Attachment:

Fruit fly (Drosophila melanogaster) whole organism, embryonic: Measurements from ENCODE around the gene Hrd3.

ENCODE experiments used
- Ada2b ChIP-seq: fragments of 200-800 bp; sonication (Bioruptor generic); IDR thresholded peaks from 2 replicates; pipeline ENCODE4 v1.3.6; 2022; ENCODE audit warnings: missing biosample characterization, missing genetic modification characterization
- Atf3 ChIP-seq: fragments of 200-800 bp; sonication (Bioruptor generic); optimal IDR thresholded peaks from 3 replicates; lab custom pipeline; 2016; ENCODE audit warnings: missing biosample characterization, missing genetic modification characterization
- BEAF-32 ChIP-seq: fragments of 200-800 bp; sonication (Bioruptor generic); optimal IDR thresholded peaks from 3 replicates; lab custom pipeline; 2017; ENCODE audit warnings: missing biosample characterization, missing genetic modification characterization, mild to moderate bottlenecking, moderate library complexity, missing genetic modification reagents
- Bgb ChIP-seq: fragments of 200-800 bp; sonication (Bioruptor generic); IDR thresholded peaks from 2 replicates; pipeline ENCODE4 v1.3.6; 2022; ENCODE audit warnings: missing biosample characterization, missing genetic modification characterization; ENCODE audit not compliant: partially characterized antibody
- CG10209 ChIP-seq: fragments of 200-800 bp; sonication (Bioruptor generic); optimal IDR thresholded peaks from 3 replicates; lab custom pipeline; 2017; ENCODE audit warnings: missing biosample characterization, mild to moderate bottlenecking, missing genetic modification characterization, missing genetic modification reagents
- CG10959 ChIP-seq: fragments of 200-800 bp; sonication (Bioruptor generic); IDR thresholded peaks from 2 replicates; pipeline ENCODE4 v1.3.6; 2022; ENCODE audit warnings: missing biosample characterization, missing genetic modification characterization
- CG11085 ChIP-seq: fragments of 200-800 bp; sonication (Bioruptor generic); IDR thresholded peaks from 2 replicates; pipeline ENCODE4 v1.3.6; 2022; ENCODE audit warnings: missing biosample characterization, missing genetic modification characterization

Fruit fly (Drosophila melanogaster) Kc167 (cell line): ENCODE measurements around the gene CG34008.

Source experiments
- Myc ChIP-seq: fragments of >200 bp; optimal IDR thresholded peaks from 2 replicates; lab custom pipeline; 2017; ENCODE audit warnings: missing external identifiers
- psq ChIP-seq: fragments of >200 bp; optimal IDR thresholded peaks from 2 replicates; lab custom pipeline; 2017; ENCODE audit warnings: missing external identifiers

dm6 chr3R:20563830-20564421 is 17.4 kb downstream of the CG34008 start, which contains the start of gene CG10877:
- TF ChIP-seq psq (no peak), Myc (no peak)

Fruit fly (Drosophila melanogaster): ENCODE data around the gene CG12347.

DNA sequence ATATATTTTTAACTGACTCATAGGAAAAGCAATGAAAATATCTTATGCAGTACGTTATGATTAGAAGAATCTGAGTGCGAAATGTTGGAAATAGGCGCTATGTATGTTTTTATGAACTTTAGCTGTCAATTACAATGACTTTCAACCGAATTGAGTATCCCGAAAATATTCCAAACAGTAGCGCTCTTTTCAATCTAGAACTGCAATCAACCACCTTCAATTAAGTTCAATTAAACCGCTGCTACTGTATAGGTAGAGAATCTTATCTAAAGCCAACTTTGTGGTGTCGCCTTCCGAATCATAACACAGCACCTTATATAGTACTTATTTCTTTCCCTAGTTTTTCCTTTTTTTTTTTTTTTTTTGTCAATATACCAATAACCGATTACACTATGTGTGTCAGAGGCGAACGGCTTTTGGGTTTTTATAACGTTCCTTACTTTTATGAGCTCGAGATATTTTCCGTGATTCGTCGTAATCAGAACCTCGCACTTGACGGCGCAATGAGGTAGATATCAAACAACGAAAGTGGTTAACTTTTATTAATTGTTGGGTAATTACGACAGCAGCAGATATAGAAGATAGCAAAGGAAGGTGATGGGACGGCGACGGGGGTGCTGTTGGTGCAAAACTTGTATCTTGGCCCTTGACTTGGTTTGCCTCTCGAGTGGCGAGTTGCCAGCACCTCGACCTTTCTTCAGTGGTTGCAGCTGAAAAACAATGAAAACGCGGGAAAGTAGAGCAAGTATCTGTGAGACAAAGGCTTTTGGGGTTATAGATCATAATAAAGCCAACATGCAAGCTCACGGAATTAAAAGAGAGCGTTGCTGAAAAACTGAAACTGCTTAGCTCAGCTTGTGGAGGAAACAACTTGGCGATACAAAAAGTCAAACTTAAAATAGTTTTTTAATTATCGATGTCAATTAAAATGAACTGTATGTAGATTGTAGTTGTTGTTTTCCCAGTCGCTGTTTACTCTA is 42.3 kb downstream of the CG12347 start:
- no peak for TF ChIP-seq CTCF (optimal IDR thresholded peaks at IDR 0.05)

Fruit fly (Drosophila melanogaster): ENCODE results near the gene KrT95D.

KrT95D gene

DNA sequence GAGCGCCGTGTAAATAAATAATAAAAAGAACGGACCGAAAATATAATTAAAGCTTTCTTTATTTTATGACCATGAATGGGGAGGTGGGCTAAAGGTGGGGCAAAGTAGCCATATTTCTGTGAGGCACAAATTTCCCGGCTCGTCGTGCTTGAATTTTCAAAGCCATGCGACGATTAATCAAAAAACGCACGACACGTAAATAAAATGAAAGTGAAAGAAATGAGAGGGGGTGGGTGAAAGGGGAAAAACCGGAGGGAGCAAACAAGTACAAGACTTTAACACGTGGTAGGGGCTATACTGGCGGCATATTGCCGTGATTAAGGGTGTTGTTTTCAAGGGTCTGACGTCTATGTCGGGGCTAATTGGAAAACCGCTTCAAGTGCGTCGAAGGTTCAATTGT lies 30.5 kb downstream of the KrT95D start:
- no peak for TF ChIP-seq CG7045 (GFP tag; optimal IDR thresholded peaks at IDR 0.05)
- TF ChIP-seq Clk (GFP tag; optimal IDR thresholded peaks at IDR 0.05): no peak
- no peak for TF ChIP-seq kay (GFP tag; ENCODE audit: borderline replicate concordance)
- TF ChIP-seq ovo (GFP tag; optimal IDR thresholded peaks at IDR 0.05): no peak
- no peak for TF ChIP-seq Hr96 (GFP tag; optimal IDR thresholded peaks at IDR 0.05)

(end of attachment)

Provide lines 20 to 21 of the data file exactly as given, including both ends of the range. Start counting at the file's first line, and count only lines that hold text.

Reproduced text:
KrT95D gene

DNA sequence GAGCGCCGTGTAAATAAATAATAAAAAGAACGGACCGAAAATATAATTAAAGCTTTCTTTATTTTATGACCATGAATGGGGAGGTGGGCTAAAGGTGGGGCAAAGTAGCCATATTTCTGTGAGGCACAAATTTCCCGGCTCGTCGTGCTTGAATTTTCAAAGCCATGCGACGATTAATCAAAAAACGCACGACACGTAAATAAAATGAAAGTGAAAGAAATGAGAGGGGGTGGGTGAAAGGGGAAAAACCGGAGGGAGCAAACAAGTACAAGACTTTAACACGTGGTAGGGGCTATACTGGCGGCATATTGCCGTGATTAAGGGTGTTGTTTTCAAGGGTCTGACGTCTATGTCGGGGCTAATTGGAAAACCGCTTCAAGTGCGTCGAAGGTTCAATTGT lies 30.5 kb downstream of the KrT95D start: